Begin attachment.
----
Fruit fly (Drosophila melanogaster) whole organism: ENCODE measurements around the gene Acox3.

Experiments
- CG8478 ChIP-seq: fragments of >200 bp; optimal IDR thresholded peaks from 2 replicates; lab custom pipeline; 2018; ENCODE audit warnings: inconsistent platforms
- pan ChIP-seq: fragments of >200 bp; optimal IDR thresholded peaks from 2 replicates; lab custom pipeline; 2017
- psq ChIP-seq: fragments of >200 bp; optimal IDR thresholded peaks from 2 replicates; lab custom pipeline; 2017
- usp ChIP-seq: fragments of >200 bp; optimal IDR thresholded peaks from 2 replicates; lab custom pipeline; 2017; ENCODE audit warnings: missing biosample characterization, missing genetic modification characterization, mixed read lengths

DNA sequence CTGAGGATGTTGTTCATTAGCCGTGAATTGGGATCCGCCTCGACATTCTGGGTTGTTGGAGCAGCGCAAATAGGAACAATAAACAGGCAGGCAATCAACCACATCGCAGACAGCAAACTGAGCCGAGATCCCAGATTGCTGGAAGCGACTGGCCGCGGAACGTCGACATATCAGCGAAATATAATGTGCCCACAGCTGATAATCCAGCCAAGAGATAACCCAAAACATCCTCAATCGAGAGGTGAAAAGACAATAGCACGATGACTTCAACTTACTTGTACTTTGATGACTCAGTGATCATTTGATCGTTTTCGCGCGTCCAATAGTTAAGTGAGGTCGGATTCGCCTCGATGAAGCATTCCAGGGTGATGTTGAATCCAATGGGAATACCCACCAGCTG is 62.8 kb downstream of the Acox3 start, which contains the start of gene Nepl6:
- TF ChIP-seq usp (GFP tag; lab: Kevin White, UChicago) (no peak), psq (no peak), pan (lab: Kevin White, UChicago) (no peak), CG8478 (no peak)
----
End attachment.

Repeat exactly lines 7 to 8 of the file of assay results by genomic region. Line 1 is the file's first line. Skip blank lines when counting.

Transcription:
DNA sequence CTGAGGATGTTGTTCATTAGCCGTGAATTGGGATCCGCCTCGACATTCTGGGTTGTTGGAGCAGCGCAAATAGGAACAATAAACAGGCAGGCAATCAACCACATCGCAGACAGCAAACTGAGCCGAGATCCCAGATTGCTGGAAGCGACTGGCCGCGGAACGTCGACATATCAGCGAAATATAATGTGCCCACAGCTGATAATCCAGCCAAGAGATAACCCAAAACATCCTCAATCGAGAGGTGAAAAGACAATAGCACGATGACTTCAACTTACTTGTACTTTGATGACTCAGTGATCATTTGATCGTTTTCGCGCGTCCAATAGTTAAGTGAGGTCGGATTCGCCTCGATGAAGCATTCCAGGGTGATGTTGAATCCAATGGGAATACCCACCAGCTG is 62.8 kb downstream of the Acox3 start, which contains the start of gene Nepl6:
- TF ChIP-seq usp (GFP tag; lab: Kevin White, UChicago) (no peak), psq (no peak), pan (lab: Kevin White, UChicago) (no peak), CG8478 (no peak)